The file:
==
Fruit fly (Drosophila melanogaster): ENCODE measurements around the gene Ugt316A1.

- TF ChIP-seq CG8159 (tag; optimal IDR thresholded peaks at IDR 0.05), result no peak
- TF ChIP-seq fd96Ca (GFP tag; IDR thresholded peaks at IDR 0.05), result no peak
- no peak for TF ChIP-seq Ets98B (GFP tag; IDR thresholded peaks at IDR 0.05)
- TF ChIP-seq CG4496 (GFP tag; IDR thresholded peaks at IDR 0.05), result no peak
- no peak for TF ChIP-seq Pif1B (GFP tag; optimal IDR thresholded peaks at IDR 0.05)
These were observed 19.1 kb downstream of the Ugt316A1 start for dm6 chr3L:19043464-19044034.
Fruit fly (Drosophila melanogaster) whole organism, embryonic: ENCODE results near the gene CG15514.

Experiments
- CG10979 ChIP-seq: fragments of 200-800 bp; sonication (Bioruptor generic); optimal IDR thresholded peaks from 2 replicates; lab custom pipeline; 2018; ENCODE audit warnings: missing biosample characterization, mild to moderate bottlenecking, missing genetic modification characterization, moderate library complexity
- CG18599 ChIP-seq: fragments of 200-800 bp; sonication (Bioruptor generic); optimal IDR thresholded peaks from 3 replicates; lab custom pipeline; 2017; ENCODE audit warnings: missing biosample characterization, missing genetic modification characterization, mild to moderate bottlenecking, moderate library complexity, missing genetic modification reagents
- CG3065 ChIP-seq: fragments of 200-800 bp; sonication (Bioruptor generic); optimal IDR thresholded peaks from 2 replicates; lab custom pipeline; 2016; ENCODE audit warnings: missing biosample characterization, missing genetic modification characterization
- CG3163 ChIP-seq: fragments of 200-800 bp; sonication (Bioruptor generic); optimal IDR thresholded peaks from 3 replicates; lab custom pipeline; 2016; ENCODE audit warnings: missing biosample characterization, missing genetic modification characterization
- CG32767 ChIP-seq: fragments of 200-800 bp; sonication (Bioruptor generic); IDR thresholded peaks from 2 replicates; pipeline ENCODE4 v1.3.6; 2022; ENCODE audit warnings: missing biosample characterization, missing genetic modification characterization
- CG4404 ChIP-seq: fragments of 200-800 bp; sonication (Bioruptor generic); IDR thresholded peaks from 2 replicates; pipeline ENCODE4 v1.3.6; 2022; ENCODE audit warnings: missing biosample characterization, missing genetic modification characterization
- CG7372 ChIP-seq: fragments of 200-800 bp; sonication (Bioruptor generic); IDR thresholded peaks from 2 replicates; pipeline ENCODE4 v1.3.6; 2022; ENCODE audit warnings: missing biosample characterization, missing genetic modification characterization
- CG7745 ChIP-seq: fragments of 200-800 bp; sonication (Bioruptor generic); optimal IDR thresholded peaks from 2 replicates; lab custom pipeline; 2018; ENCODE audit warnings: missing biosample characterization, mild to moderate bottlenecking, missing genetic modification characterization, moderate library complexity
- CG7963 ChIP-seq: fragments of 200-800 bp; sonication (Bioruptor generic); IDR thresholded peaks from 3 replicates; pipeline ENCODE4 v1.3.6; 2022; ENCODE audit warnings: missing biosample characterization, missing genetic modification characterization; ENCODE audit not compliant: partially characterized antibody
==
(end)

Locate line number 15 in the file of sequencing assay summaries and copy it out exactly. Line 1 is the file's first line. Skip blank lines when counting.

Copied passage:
- CG4404 ChIP-seq: fragments of 200-800 bp; sonication (Bioruptor generic); IDR thresholded peaks from 2 replicates; pipeline ENCODE4 v1.3.6; 2022; ENCODE audit warnings: missing biosample characterization, missing genetic modification characterization